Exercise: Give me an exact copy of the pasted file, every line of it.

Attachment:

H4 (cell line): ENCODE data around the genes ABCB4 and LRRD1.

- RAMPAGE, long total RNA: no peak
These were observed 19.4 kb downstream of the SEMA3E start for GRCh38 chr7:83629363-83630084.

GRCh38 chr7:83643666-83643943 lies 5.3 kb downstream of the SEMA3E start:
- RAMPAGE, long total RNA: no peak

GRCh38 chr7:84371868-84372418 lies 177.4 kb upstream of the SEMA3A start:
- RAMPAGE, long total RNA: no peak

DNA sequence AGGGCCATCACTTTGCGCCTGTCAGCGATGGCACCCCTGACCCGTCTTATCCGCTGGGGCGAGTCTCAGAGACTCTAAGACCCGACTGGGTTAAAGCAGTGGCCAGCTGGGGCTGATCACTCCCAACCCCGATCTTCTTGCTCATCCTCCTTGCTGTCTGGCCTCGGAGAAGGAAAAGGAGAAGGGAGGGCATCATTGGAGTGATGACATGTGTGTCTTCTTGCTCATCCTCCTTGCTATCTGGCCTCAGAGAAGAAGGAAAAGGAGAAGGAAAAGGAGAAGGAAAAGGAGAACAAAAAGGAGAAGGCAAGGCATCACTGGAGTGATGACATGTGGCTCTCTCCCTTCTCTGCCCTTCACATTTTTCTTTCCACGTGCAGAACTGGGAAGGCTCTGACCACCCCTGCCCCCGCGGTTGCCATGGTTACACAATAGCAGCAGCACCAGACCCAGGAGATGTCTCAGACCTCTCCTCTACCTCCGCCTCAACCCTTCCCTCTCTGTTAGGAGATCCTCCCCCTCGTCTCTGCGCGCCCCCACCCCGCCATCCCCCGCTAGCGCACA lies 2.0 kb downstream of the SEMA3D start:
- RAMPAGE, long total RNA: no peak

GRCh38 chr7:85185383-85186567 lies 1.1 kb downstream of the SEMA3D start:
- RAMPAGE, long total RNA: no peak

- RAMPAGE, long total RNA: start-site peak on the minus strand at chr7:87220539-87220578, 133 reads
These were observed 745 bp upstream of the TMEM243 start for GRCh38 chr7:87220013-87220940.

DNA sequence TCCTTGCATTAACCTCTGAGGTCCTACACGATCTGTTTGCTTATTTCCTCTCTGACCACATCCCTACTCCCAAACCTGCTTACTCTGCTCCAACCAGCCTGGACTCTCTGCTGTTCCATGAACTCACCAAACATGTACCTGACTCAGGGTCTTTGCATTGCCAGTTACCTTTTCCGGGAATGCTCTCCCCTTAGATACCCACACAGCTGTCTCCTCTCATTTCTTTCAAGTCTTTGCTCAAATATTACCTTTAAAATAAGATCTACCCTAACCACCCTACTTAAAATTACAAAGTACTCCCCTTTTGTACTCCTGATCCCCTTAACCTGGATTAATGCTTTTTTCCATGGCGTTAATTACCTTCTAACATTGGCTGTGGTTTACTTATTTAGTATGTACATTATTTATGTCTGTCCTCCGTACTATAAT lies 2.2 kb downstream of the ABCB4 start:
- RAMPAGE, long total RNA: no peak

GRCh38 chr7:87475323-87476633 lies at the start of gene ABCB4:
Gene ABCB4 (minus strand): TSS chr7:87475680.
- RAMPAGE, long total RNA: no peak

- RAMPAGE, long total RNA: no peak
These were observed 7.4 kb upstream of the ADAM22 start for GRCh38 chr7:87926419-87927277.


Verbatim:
H4 (cell line): ENCODE data around the genes ABCB4 and LRRD1.

- RAMPAGE, long total RNA: no peak
These were observed 19.4 kb downstream of the SEMA3E start for GRCh38 chr7:83629363-83630084.

GRCh38 chr7:83643666-83643943 lies 5.3 kb downstream of the SEMA3E start:
- RAMPAGE, long total RNA: no peak

GRCh38 chr7:84371868-84372418 lies 177.4 kb upstream of the SEMA3A start:
- RAMPAGE, long total RNA: no peak

DNA sequence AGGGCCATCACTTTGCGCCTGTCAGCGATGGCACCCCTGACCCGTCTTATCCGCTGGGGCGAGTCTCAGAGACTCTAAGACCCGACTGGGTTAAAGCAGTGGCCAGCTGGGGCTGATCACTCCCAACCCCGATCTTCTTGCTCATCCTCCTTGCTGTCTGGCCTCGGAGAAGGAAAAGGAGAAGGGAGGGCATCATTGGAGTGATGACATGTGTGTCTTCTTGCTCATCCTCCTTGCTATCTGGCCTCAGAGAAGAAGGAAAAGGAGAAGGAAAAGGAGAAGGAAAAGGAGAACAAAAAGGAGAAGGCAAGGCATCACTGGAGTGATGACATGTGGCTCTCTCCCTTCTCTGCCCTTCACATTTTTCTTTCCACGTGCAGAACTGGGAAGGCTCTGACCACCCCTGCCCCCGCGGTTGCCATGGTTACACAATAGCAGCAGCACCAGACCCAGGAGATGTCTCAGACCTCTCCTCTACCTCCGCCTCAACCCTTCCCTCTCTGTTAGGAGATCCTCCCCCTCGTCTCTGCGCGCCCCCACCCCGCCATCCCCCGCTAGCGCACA lies 2.0 kb downstream of the SEMA3D start:
- RAMPAGE, long total RNA: no peak

GRCh38 chr7:85185383-85186567 lies 1.1 kb downstream of the SEMA3D start:
- RAMPAGE, long total RNA: no peak

- RAMPAGE, long total RNA: start-site peak on the minus strand at chr7:87220539-87220578, 133 reads
These were observed 745 bp upstream of the TMEM243 start for GRCh38 chr7:87220013-87220940.

DNA sequence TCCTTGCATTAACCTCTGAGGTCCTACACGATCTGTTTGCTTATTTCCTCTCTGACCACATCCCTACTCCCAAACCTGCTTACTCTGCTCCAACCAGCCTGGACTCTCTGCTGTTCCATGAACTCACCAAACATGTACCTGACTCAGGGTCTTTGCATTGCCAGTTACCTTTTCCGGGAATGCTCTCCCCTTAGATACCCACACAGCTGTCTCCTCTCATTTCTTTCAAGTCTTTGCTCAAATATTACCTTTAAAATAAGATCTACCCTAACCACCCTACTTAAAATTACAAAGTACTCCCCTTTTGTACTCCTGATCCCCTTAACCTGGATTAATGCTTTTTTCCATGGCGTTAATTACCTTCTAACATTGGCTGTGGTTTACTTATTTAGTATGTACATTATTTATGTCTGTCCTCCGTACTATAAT lies 2.2 kb downstream of the ABCB4 start:
- RAMPAGE, long total RNA: no peak

GRCh38 chr7:87475323-87476633 lies at the start of gene ABCB4:
Gene ABCB4 (minus strand): TSS chr7:87475680.
- RAMPAGE, long total RNA: no peak

- RAMPAGE, long total RNA: no peak
These were observed 7.4 kb upstream of the ADAM22 start for GRCh38 chr7:87926419-87927277.